Kirkus Reviews
Sequel to Coonts's giant editorial effort Combat (2001), which featured ten original long works of military/technothriller fiction. Victory, with many of the same authors, does much the same for WWII, although none of its ten authors fought in that conflict, and few, aside from Harold Robbins, were even born (Coonts was born in 1946). Harold Robbins? Amazingly, even with four postmortal novels having sprung from his pen, still more has been found, this time a short one, "Blood Bond," which he apparently wrote during the war or just afterward. It tells of a German-speaking Jewish bigmouth in the OSS whose golden locks help him masquerade in Germany as an SS captain in the black uniform of the Master Race. Coonts himself, a former Air Force pilot, leads off the sheaf with "The Sea Witch," about a dive-bomber pilot who has three bombers shot out from under him by the Japanese and so is transferred to a Black Cat squadron on New Guinea and winds up downed by a Zero and stranded on an island. The prolific Harold Coyle shows up with "Breakthrough on Bloody Ridge," a tale about Marines making the first amphibious assault of the war and hitting the beach on what comes to be known as Starvation Island. As with his More Than Courage (see below), Coyle focuses on men with the courage and will to go eye-to-eye with the enemy, especially on a barren spine of land called Bloody Ridge. In R.J. Pineiro's immensely exciting "The Eagle and the Cross," a surreal madness sweeps Russian defenses that find themselves bombed and then invaded by German panzers: the Nazis have broken their nonaggression pact! As Coonts makes clear in his introduction, "Only in fiction can the essence of the human experience ofwar be laid bare . . . . Only through fiction can we prepare ourselves for the trial by fire, when it comes." Goes off like an ammo dump.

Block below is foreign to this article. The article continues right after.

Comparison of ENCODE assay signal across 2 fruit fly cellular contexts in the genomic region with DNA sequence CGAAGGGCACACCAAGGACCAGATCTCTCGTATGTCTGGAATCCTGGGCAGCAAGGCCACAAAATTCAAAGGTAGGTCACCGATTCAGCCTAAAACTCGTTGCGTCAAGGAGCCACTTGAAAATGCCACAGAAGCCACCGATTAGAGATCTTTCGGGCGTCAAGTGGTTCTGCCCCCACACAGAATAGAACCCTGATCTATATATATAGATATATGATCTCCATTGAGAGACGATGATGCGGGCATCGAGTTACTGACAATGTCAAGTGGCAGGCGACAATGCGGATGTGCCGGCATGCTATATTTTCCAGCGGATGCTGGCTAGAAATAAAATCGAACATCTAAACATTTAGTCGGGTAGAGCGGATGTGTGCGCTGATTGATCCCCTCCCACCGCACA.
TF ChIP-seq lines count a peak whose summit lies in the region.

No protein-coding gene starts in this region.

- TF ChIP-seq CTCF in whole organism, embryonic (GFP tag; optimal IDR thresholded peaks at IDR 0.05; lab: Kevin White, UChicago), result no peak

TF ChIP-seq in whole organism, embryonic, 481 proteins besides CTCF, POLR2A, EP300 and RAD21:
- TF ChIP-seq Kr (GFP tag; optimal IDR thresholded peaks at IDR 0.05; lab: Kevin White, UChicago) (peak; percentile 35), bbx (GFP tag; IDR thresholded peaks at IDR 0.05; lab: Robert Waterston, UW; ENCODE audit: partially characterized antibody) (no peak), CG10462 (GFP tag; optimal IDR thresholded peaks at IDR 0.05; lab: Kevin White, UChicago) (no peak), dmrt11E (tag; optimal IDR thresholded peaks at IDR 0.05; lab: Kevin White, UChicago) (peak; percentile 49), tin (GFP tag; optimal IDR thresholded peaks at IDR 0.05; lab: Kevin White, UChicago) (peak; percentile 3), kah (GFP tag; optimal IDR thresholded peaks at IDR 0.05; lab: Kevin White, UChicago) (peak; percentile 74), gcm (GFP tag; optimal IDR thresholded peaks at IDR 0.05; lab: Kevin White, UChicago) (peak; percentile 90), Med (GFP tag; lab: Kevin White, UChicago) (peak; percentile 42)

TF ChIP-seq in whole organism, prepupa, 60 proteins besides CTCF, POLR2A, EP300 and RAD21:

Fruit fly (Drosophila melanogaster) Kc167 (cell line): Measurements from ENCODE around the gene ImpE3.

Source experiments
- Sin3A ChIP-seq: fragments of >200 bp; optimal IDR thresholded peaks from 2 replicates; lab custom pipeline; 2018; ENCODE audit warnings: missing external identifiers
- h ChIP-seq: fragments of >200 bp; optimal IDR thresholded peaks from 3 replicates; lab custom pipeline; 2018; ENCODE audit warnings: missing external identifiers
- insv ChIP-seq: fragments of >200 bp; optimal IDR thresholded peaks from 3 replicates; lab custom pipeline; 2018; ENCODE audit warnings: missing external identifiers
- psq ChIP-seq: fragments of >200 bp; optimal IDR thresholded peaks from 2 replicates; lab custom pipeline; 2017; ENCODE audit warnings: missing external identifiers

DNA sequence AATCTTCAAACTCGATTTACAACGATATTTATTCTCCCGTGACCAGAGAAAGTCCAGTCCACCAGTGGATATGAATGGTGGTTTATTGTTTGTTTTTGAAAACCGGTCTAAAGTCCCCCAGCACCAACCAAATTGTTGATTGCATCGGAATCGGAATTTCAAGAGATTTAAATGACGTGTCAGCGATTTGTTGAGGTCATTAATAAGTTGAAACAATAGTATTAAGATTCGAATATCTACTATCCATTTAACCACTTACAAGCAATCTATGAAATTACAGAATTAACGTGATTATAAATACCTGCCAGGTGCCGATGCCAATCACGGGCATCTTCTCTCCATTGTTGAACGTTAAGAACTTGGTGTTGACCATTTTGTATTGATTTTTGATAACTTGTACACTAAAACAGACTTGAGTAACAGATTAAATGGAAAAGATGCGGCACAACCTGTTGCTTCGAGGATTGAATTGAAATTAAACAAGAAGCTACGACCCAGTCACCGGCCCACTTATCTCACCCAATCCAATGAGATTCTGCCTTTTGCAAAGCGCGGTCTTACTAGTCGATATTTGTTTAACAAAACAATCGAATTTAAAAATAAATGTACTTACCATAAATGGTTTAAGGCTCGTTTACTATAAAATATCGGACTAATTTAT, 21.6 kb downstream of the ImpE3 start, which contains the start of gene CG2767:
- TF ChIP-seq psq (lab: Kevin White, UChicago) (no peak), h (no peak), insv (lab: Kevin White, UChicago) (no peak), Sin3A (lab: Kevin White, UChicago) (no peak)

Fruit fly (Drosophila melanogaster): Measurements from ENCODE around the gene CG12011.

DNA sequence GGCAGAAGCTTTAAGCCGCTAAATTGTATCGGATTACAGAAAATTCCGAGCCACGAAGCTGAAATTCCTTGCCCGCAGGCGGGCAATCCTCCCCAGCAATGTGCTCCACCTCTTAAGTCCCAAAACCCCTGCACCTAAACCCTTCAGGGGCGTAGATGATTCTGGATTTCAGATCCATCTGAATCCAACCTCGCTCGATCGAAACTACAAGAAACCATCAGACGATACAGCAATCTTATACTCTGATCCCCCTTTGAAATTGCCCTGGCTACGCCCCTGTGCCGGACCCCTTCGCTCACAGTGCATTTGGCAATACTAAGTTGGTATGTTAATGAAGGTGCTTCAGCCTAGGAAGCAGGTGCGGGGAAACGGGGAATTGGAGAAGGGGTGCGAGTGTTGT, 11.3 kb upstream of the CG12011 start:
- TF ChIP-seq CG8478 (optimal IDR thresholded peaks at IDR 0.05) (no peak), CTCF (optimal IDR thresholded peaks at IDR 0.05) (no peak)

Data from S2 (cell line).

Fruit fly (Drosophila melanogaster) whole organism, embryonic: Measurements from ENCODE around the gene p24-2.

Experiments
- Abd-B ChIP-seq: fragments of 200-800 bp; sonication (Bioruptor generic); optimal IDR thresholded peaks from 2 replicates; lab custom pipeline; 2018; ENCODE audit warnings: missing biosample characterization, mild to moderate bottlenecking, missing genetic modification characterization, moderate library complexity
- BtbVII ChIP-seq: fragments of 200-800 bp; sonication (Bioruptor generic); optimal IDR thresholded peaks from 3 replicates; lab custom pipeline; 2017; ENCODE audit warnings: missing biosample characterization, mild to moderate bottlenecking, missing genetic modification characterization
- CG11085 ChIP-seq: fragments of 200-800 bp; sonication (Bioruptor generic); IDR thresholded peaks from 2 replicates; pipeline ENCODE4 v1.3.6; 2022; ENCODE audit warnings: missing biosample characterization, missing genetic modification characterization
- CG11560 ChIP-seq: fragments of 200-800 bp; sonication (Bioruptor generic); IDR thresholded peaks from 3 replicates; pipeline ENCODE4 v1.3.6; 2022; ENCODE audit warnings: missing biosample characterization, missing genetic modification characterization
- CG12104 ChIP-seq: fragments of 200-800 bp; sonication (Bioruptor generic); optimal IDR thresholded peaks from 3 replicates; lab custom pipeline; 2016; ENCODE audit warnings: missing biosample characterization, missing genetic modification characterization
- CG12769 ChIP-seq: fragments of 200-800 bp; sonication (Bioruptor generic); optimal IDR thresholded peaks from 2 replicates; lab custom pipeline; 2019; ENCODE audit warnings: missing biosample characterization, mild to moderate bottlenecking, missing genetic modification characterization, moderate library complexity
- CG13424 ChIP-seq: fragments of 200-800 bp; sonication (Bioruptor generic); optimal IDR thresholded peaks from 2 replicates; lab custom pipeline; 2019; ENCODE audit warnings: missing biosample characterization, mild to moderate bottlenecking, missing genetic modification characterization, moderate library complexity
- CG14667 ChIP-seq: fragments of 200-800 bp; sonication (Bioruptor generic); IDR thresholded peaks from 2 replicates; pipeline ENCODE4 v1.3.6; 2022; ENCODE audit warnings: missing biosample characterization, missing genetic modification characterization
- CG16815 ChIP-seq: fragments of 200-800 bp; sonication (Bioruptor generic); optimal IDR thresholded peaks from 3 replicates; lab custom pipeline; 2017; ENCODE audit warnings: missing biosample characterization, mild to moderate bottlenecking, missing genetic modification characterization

Product Details

ISBN-13:
9780812561678
Publisher:
Doherty, Tom Associates, LLC
Publication date:
04/19/2004
Series:
Victory Series , #1
Edition description:
Reprint
Pages:
336
Product dimensions:
4.18(w) x 6.75(h) x 0.81(d)

Meet the Author

Stephen Coonts is the author of seven New York Times bestselling novels, the first of which was the classic flying tale, Flight of the Intruder, which spent more than six months at the top of The New York Times bestseller list. His novels have been published around the world and translated into more than a dozen languages. He was honored by the U.S. Naval Institute with its Author of the Year Award in 1986. His latest novel is America. He is also the editor of two anthologies, War in the Air and The New York Times bestselling Combat. He resides with his wife, Deborah, in Nevada.

Brief Biography

Date of Birth:
July 19, 1946
Place of Birth:
Morgantown, West Virginia
Education:
B.A., West Virginia University, 1968; J.D., University of Colorado, 1979